Health Economics and Results Research (HEOR) has gained power and distinction among government and other stakeholders in health system decision-making. With precision medicine and value-based care playing an increasingly important role in the healthcare landscape, HEOR is also moving from a support function to a central role in pharmaceutical companies.
HEOR services can inform decision-making at many stages in the product life cycle, from R&D to pricing, market access, strategic planning to sales strategy and lifecycle management. These services play a significant role in drug approval and reimbursement with payers. The HEOR services also allow for evaluating the economics of treatment and quantifying the associated results.
Likewise, in the healthcare industry, decision-makers experience the pressure to opt for therapeutic ‘interventions’ from various treatment options made available by pharmaceuticals, medical devices, and biotechnology companies. Added to this is the constant pressure to control rising healthcare costs.
Indeed, HEOR services help decision-makers to adequately compare and understand the appropriate solution among all the available options. However, research conducted in the HEOR world is not an easy feet, especially with social distancing, isolation and restrained in-person interaction.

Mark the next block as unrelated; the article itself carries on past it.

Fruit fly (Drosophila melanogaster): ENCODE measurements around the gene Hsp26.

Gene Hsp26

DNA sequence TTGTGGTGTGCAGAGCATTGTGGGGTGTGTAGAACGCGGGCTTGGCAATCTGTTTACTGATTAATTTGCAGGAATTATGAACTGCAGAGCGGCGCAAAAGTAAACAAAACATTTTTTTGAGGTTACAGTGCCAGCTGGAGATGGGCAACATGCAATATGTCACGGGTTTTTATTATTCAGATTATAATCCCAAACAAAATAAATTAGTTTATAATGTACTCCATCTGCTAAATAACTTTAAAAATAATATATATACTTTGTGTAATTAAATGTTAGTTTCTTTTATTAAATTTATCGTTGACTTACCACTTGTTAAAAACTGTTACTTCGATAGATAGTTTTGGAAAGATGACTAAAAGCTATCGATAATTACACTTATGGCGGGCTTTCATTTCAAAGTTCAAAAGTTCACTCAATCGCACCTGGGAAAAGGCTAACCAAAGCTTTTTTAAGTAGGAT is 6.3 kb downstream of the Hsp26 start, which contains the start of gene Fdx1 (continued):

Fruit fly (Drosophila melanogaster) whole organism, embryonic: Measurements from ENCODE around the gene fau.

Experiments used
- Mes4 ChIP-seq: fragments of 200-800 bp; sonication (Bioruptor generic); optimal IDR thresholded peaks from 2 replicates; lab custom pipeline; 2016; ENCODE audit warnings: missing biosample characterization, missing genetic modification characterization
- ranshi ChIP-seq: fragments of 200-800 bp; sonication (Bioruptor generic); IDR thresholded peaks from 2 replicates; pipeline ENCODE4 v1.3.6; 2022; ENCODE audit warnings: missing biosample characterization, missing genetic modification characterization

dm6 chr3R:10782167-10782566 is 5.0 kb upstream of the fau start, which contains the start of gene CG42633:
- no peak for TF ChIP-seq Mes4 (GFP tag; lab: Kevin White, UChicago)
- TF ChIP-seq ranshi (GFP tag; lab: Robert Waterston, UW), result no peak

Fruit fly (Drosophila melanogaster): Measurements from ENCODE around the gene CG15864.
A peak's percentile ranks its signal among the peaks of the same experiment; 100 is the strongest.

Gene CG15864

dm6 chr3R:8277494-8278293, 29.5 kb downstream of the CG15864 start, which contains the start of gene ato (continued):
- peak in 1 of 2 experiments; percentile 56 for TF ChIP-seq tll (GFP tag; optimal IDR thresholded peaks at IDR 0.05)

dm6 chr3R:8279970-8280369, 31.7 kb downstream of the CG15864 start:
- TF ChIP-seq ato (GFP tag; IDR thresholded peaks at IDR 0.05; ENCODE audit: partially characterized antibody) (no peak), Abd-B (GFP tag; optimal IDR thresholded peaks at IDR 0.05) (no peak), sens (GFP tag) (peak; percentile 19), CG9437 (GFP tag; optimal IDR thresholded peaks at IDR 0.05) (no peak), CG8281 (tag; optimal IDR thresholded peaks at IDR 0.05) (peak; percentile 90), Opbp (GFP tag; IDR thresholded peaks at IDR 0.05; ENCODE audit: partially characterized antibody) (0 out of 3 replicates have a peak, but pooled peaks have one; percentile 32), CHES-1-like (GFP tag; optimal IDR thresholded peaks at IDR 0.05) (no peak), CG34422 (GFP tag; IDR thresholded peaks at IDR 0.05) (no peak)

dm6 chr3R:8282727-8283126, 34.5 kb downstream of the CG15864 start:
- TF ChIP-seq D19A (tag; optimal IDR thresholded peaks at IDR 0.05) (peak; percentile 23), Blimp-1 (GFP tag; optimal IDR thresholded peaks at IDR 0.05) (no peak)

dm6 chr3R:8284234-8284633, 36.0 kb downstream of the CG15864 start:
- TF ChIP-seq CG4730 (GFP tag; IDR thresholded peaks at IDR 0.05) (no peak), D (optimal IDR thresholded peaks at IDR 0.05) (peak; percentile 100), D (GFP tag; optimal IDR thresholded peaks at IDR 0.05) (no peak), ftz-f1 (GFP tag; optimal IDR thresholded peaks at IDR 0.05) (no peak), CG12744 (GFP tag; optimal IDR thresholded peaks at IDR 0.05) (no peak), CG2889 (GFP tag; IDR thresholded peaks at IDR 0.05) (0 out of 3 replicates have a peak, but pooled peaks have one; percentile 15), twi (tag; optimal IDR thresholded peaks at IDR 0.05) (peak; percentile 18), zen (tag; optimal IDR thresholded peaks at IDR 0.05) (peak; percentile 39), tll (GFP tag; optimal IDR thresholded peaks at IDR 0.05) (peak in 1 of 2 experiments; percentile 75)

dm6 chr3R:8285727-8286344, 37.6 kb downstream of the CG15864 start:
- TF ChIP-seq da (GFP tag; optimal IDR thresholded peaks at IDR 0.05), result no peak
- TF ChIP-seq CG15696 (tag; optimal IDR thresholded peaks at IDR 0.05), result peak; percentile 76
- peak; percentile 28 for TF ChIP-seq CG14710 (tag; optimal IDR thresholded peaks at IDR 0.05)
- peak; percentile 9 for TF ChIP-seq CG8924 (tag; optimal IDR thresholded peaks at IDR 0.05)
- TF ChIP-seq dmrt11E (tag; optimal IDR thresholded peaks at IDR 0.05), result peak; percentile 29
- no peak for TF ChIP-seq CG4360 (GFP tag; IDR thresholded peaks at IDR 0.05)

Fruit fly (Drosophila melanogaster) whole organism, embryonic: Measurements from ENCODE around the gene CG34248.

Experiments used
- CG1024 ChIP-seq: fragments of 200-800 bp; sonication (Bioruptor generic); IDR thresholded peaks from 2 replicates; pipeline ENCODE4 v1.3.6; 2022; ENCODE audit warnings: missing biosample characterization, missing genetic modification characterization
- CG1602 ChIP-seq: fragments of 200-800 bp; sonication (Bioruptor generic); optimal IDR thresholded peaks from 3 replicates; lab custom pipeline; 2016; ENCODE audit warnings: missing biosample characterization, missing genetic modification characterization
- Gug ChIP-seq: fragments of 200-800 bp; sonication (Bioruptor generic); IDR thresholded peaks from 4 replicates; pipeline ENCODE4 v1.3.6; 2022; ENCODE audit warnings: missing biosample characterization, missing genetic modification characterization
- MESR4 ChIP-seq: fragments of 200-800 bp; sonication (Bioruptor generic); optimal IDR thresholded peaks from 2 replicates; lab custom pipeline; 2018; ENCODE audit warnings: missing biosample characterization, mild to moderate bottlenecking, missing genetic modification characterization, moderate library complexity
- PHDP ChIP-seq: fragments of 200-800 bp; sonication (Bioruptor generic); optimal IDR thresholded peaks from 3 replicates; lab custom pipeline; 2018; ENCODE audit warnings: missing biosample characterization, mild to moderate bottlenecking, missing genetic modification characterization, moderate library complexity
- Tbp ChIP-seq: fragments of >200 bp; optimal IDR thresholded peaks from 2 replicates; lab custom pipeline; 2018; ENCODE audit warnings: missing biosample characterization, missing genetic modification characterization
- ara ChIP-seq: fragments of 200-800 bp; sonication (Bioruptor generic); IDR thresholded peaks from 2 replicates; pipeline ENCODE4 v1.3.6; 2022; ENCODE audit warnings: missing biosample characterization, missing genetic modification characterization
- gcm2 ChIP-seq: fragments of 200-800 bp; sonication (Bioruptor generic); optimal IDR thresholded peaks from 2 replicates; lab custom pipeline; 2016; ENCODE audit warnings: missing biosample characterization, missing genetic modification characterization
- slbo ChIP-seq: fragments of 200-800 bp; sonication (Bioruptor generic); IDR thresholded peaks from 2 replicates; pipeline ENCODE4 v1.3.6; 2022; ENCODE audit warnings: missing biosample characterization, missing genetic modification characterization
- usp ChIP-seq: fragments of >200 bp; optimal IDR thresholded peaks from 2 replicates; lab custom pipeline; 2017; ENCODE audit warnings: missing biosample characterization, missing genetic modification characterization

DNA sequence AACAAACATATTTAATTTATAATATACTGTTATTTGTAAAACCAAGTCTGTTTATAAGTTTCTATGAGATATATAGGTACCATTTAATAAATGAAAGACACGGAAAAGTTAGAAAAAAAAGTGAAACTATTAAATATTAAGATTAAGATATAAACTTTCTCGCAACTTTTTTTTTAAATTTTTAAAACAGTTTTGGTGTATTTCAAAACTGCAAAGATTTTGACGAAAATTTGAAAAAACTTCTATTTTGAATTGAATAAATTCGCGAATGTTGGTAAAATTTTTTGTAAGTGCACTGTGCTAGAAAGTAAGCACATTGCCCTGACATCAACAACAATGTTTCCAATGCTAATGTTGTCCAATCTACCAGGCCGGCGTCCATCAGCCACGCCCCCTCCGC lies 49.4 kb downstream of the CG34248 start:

With in-person research becoming nearly impossible, innovation through technology has stepped in to ensure that the patient and payer voice would still be heard. Through the use of videoconference platforms, patient interviews and focus groups have become virtual, allowing global HEOR researchers to connect with patients in their own living rooms at their convenience. Similarly, virtual advisory boards and payer interviews have also helped eliminate the added expense and time associated with travel.
Today, healthcare policy priorities range from cost containment, more patient-centric policies, to universal access. Consequently, the current data is more quantitative in nature and should provide direction toward future qualitative surveys. The coming years will prove the importance of qualitative data and economic perspectives to determine the best reward mechanisms that maintain the incentives for development, yet ensure that society at large will reap the benefits.
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